Sunil Parikh M.D., M.P.H.
Assistant Professor of Epidemiology (Microbial Diseases) and of Medicine (Infectious Diseases)
translation research in malaria, pharmacology of antimalarials, hiv-malaria co-infection, host response to malaria infection, innate immunity to malaria
1) Antimalarial Pharmacology in HIV Coinfected Children and Pregnant Women in Uganda
Major Goal: To assess the PK/PD and pharmacogenetics of antimalarials in the context of HIV therapy, age, and pregnancy.
2) Innate Immune Responses in Populations with Differing Susceptibility to Malaria in Burkina Faso
Major Goal: Through the study of early antimalarial transcriptional and functional cellular responses in two ethnic groups with differing susceptibility to malaria, we will identify the key innate pathways which underlie this differential ability to control parasitemia
3) Antimalarial-Antiretroviral Drug Interaction studies in Nigeria, Tanzania, and Malawi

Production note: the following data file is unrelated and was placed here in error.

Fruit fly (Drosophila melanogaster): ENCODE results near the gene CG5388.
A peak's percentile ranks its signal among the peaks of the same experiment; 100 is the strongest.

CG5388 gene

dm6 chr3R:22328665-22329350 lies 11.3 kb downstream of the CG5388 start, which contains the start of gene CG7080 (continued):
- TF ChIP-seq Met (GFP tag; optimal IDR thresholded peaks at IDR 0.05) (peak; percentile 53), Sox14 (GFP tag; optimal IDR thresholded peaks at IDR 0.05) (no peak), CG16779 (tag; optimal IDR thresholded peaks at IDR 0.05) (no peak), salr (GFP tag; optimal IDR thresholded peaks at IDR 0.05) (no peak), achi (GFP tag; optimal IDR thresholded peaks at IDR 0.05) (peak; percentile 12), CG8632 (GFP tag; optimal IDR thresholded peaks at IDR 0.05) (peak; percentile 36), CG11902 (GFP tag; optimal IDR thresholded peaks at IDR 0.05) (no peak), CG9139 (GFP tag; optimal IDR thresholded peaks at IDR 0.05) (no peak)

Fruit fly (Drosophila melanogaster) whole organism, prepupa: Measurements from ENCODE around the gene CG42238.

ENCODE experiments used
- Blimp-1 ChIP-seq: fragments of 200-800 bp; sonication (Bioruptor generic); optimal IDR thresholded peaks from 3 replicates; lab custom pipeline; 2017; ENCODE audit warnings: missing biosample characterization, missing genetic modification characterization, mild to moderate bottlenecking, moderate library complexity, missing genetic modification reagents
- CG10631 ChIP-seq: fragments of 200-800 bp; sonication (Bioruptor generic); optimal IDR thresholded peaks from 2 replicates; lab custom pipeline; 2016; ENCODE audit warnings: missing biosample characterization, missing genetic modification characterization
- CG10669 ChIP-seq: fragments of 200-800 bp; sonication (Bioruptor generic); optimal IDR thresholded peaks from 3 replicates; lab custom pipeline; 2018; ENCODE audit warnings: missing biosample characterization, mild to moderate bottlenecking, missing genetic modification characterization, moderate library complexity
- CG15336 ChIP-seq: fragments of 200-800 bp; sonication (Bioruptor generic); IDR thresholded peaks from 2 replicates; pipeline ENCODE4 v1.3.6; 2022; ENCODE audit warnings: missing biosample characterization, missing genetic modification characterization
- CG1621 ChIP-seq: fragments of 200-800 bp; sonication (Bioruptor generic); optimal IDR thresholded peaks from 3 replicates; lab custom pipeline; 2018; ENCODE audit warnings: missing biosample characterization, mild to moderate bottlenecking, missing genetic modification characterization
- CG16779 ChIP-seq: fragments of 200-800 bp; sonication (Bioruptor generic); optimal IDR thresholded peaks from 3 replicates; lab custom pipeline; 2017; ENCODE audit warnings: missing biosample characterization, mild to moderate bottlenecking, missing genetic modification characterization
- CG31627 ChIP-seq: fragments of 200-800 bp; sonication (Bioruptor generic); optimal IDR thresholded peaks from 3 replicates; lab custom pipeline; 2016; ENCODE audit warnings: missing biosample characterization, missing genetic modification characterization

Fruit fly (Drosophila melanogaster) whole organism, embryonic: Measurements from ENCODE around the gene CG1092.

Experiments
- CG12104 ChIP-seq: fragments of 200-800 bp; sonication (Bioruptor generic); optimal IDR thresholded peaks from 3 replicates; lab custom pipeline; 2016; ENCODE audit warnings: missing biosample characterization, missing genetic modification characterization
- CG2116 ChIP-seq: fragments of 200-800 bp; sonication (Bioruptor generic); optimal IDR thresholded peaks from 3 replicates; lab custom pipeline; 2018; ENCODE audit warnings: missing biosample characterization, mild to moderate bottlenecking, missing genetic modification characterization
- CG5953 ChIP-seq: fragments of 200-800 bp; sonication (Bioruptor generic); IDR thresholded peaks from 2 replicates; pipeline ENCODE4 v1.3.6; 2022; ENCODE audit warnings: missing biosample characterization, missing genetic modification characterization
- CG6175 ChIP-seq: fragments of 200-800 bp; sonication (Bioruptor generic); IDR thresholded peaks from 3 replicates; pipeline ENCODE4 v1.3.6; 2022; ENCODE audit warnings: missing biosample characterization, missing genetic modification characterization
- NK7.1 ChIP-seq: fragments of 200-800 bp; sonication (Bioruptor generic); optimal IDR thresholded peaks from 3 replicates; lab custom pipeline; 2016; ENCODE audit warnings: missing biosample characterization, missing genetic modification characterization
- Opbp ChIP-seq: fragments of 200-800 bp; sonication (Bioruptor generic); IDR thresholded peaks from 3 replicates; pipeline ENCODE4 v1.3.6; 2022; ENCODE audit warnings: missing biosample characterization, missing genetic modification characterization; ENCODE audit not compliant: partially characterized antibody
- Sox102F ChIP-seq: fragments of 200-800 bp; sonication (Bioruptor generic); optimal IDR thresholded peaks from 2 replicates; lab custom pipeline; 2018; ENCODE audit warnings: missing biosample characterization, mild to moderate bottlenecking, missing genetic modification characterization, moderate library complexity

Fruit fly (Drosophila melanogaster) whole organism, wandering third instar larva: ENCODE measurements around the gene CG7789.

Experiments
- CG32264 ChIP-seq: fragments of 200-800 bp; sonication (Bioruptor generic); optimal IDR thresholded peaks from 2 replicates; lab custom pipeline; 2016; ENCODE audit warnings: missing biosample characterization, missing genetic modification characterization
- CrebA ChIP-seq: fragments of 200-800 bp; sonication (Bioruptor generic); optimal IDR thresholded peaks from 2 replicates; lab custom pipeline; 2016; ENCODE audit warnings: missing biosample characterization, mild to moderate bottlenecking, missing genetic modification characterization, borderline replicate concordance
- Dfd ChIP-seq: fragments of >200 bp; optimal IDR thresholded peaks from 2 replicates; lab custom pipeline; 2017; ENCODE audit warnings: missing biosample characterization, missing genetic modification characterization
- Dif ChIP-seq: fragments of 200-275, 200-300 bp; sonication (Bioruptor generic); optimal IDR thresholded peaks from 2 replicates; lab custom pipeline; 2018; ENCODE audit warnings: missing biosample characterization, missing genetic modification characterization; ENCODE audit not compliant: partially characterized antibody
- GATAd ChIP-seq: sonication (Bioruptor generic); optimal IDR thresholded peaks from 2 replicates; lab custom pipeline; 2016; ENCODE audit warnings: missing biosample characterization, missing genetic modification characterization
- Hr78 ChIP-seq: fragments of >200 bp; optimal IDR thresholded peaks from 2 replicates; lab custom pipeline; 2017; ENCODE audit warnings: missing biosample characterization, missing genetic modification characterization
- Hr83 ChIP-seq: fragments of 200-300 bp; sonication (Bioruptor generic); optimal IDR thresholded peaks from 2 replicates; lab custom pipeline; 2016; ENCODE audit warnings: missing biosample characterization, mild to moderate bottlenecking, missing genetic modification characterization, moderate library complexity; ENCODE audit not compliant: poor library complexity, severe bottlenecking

4) Dynamic Malaria Modelling in conjunction with Alyson Galvani
Professor Parikh’s research interests focus on translational studies of malaria in sub-Saharan Africa. Dr. Parikh focuses upon several aspects of malaria: early host immune responses to infection, human genetics, and treatment. Current projects include: (1) understanding host factors affecting response to artemisinin-based antimalarial therapies using a combination of individual and population-based pharmacologic approaches to inform treatment guidelines; 2) characterizing the impact of host genetic and transcriptional variability in early immune responses to malaria; and 3) understanding the impact of the HIV epidemic on the treatment of malaria in co-endemic regions. Dr. Parikh has ongoing projects in several African countries, including Uganda, Burkina Faso, and Nigeria.